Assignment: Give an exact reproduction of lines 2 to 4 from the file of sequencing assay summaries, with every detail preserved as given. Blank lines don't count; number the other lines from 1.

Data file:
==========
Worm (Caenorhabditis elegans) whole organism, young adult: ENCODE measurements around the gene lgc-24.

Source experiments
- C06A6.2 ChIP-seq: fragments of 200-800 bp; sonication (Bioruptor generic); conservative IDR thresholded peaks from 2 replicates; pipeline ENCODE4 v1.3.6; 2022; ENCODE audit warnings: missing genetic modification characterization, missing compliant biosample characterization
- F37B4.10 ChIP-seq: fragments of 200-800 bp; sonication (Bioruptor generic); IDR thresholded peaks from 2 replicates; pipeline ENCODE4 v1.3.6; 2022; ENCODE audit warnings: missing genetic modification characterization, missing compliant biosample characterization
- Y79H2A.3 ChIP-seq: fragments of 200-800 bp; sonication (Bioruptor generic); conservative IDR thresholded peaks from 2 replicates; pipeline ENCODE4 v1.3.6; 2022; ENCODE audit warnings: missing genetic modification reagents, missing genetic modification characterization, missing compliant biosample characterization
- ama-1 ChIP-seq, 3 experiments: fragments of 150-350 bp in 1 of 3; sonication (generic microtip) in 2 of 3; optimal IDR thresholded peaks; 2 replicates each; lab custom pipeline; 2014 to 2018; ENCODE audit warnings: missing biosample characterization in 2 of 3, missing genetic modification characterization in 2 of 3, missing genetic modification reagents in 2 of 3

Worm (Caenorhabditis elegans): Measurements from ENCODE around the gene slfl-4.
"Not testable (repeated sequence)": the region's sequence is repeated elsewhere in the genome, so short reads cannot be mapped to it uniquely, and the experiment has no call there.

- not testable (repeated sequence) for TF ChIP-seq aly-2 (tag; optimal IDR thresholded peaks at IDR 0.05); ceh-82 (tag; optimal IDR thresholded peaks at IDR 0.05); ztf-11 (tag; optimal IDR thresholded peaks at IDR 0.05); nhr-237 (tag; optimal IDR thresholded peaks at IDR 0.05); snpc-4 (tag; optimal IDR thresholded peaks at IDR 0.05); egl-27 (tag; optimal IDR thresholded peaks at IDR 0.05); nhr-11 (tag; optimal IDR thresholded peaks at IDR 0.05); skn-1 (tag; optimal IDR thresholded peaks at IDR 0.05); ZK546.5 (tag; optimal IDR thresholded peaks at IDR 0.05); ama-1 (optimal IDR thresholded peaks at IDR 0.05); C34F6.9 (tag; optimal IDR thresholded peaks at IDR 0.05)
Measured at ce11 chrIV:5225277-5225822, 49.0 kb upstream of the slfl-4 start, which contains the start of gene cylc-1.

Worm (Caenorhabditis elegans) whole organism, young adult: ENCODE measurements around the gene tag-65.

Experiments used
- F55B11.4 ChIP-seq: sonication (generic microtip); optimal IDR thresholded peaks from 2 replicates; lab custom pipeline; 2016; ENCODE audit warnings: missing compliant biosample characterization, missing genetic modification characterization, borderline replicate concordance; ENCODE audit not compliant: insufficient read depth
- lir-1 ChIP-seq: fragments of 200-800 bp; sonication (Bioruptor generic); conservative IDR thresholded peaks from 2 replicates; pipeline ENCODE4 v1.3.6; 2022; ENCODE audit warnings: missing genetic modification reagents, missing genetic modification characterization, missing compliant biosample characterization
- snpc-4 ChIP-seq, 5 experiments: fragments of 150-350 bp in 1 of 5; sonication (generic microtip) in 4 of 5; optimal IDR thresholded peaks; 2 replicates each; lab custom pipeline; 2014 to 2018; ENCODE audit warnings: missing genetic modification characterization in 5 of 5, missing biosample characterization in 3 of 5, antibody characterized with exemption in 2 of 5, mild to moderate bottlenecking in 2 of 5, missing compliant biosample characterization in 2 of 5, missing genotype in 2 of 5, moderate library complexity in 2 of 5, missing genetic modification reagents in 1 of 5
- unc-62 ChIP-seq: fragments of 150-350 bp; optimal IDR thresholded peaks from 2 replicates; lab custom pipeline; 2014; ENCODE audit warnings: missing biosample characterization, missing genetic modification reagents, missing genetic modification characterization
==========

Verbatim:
Source experiments
- C06A6.2 ChIP-seq: fragments of 200-800 bp; sonication (Bioruptor generic); conservative IDR thresholded peaks from 2 replicates; pipeline ENCODE4 v1.3.6; 2022; ENCODE audit warnings: missing genetic modification characterization, missing compliant biosample characterization
- F37B4.10 ChIP-seq: fragments of 200-800 bp; sonication (Bioruptor generic); IDR thresholded peaks from 2 replicates; pipeline ENCODE4 v1.3.6; 2022; ENCODE audit warnings: missing genetic modification characterization, missing compliant biosample characterization